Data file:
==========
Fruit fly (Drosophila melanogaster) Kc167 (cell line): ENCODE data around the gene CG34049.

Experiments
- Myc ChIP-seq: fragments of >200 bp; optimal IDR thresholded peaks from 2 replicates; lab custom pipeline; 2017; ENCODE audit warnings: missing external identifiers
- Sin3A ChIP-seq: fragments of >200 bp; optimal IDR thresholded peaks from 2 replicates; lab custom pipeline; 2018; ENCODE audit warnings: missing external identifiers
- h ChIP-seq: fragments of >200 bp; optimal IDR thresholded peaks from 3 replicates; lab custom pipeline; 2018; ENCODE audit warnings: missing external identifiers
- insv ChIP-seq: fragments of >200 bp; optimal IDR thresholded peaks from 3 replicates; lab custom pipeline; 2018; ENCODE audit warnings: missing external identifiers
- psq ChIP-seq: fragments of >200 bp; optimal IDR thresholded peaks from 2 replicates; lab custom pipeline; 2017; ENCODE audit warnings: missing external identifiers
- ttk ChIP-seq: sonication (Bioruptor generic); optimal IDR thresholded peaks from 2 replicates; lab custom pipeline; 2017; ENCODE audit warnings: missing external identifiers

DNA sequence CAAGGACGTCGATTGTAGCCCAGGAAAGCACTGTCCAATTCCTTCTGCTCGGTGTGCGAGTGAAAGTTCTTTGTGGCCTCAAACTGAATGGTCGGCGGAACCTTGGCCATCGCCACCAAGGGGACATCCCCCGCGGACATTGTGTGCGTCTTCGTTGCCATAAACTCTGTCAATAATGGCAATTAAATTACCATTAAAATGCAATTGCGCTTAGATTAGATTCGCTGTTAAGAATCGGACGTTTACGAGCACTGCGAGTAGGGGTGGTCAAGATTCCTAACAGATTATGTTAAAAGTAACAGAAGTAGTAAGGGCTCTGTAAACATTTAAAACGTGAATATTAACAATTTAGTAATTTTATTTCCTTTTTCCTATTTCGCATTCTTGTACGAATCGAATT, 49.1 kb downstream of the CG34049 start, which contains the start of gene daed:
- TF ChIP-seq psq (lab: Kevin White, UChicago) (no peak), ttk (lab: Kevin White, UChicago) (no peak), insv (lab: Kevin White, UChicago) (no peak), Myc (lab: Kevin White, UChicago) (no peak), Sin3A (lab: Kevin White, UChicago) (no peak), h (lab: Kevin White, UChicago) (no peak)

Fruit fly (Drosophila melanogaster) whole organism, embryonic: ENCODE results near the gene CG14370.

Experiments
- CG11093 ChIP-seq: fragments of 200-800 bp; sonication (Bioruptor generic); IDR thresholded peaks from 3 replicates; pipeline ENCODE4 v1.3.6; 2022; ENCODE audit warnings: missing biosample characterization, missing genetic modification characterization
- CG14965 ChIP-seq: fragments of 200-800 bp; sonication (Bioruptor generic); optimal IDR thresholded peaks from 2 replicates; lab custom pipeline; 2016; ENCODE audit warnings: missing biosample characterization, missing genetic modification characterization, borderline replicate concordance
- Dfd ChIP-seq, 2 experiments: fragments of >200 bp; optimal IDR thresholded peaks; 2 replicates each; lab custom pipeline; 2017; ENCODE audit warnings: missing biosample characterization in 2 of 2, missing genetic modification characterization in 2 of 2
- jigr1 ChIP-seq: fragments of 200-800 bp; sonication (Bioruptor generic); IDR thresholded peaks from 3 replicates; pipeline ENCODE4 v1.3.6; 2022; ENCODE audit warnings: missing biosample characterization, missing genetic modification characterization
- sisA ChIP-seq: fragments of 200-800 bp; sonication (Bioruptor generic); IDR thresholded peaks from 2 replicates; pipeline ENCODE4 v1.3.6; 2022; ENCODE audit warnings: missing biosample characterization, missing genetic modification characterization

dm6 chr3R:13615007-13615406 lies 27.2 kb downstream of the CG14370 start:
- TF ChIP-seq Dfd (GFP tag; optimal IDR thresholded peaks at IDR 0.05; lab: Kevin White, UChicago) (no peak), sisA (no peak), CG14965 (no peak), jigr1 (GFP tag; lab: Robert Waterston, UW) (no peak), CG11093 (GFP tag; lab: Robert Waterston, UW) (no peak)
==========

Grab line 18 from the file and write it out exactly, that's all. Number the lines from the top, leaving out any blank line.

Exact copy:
dm6 chr3R:13615007-13615406 lies 27.2 kb downstream of the CG14370 start: